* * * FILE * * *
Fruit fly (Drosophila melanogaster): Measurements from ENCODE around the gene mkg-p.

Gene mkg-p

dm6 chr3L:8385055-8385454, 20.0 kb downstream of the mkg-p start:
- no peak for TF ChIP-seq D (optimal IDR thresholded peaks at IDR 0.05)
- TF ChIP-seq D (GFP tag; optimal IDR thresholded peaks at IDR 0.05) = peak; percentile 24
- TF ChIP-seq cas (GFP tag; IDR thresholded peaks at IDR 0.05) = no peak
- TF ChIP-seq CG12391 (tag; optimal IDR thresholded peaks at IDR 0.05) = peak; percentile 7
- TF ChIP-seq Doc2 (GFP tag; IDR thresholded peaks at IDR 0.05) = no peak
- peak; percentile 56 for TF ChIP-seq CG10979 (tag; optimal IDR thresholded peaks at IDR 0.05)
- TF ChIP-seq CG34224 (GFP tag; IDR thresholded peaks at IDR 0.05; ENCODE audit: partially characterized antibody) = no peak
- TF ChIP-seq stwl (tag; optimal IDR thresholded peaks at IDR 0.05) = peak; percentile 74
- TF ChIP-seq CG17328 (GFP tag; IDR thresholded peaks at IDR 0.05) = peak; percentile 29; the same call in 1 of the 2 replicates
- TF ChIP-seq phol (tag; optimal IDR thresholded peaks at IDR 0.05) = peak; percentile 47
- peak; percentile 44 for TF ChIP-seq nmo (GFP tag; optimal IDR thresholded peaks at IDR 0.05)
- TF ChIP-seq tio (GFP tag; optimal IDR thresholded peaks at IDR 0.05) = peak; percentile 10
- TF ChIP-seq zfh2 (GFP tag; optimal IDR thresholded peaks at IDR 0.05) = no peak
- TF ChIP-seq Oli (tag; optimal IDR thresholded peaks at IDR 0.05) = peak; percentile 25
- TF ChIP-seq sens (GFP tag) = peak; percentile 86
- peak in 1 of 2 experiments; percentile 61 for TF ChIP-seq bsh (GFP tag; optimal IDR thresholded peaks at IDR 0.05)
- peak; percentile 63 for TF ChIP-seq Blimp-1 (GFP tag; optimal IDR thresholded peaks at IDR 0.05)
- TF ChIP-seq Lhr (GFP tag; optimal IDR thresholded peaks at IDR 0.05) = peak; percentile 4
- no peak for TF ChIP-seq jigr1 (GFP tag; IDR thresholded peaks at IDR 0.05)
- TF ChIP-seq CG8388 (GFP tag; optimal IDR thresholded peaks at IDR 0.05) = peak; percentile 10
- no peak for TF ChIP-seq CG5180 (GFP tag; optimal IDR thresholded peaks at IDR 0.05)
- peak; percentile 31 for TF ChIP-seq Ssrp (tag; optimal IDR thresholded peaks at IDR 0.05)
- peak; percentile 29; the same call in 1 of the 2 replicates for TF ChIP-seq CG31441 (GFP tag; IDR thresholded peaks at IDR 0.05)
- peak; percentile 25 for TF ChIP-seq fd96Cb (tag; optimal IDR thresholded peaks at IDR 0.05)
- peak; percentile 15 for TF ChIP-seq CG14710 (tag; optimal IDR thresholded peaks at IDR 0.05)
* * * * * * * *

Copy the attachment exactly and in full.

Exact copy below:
Fruit fly (Drosophila melanogaster): Measurements from ENCODE around the gene mkg-p.

Gene mkg-p

dm6 chr3L:8385055-8385454, 20.0 kb downstream of the mkg-p start:
- no peak for TF ChIP-seq D (optimal IDR thresholded peaks at IDR 0.05)
- TF ChIP-seq D (GFP tag; optimal IDR thresholded peaks at IDR 0.05) = peak; percentile 24
- TF ChIP-seq cas (GFP tag; IDR thresholded peaks at IDR 0.05) = no peak
- TF ChIP-seq CG12391 (tag; optimal IDR thresholded peaks at IDR 0.05) = peak; percentile 7
- TF ChIP-seq Doc2 (GFP tag; IDR thresholded peaks at IDR 0.05) = no peak
- peak; percentile 56 for TF ChIP-seq CG10979 (tag; optimal IDR thresholded peaks at IDR 0.05)
- TF ChIP-seq CG34224 (GFP tag; IDR thresholded peaks at IDR 0.05; ENCODE audit: partially characterized antibody) = no peak
- TF ChIP-seq stwl (tag; optimal IDR thresholded peaks at IDR 0.05) = peak; percentile 74
- TF ChIP-seq CG17328 (GFP tag; IDR thresholded peaks at IDR 0.05) = peak; percentile 29; the same call in 1 of the 2 replicates
- TF ChIP-seq phol (tag; optimal IDR thresholded peaks at IDR 0.05) = peak; percentile 47
- peak; percentile 44 for TF ChIP-seq nmo (GFP tag; optimal IDR thresholded peaks at IDR 0.05)
- TF ChIP-seq tio (GFP tag; optimal IDR thresholded peaks at IDR 0.05) = peak; percentile 10
- TF ChIP-seq zfh2 (GFP tag; optimal IDR thresholded peaks at IDR 0.05) = no peak
- TF ChIP-seq Oli (tag; optimal IDR thresholded peaks at IDR 0.05) = peak; percentile 25
- TF ChIP-seq sens (GFP tag) = peak; percentile 86
- peak in 1 of 2 experiments; percentile 61 for TF ChIP-seq bsh (GFP tag; optimal IDR thresholded peaks at IDR 0.05)
- peak; percentile 63 for TF ChIP-seq Blimp-1 (GFP tag; optimal IDR thresholded peaks at IDR 0.05)
- TF ChIP-seq Lhr (GFP tag; optimal IDR thresholded peaks at IDR 0.05) = peak; percentile 4
- no peak for TF ChIP-seq jigr1 (GFP tag; IDR thresholded peaks at IDR 0.05)
- TF ChIP-seq CG8388 (GFP tag; optimal IDR thresholded peaks at IDR 0.05) = peak; percentile 10
- no peak for TF ChIP-seq CG5180 (GFP tag; optimal IDR thresholded peaks at IDR 0.05)
- peak; percentile 31 for TF ChIP-seq Ssrp (tag; optimal IDR thresholded peaks at IDR 0.05)
- peak; percentile 29; the same call in 1 of the 2 replicates for TF ChIP-seq CG31441 (GFP tag; IDR thresholded peaks at IDR 0.05)
- peak; percentile 25 for TF ChIP-seq fd96Cb (tag; optimal IDR thresholded peaks at IDR 0.05)
- peak; percentile 15 for TF ChIP-seq CG14710 (tag; optimal IDR thresholded peaks at IDR 0.05)